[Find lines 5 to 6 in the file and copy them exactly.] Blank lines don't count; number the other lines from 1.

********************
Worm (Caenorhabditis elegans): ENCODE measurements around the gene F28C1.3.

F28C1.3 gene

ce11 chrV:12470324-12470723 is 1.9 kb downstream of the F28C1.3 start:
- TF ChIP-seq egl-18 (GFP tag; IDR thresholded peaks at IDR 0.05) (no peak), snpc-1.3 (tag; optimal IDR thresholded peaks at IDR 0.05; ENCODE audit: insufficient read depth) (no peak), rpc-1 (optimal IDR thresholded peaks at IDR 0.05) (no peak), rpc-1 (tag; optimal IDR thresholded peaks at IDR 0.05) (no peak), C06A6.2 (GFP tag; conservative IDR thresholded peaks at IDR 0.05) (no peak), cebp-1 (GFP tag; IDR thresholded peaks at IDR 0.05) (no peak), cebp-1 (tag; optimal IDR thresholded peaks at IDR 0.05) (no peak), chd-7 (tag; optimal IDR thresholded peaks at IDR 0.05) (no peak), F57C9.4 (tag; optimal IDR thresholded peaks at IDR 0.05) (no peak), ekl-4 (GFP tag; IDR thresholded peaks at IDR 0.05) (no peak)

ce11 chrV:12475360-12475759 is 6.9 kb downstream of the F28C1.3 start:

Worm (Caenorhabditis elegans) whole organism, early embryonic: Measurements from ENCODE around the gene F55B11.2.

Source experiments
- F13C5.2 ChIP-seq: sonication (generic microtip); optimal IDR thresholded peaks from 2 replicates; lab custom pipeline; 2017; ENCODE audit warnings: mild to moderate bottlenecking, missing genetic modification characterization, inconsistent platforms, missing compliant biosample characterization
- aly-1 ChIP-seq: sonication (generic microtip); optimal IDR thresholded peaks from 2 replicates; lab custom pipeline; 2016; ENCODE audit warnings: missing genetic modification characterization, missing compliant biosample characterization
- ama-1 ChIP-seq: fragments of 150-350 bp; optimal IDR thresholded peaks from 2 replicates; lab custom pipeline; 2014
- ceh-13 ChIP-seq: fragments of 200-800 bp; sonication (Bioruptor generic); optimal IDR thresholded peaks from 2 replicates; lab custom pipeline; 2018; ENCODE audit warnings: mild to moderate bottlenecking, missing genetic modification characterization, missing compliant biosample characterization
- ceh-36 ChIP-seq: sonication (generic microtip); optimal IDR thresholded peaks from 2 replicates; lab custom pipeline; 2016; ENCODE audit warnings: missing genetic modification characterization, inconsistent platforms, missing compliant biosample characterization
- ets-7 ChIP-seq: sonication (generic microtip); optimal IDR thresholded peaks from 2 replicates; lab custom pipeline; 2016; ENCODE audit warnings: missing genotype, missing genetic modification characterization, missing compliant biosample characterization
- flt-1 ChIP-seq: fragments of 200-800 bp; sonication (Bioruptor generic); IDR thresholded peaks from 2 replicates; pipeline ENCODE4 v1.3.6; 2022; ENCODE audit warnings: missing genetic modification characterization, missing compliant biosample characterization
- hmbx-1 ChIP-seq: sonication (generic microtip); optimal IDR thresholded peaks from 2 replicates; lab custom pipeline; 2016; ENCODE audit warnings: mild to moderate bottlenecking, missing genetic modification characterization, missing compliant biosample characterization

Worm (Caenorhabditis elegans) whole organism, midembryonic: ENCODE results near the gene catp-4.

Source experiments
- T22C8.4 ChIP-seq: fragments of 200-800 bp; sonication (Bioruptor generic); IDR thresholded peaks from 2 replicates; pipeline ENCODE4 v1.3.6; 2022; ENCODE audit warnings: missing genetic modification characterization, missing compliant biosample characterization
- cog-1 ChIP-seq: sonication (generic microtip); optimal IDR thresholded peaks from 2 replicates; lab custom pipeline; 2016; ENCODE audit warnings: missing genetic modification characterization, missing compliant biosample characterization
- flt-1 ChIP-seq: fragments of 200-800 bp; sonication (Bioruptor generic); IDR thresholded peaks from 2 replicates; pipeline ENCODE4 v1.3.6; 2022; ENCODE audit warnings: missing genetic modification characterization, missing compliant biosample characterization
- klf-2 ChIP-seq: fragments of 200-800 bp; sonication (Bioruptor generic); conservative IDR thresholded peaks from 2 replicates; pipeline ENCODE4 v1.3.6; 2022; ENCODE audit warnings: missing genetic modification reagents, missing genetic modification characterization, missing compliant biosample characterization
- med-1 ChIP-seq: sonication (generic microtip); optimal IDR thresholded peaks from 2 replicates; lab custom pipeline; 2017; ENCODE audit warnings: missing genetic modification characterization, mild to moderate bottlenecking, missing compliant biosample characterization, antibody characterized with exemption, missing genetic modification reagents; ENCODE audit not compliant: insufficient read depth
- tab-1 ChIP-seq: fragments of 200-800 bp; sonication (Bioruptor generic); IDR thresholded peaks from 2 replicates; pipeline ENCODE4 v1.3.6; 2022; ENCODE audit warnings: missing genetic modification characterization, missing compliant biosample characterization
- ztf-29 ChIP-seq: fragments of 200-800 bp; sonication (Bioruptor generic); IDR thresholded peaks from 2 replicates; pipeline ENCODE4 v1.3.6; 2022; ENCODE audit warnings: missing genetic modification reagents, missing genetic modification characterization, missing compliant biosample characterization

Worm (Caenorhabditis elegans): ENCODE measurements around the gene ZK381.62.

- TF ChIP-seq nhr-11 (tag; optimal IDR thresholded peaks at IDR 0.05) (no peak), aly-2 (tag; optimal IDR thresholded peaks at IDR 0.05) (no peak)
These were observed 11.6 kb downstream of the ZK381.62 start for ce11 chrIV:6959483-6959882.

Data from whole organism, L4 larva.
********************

ce11 chrV:12475360-12475759 is 6.9 kb downstream of the F28C1.3 start:

Worm (Caenorhabditis elegans) whole organism, early embryonic: Measurements from ENCODE around the gene F55B11.2.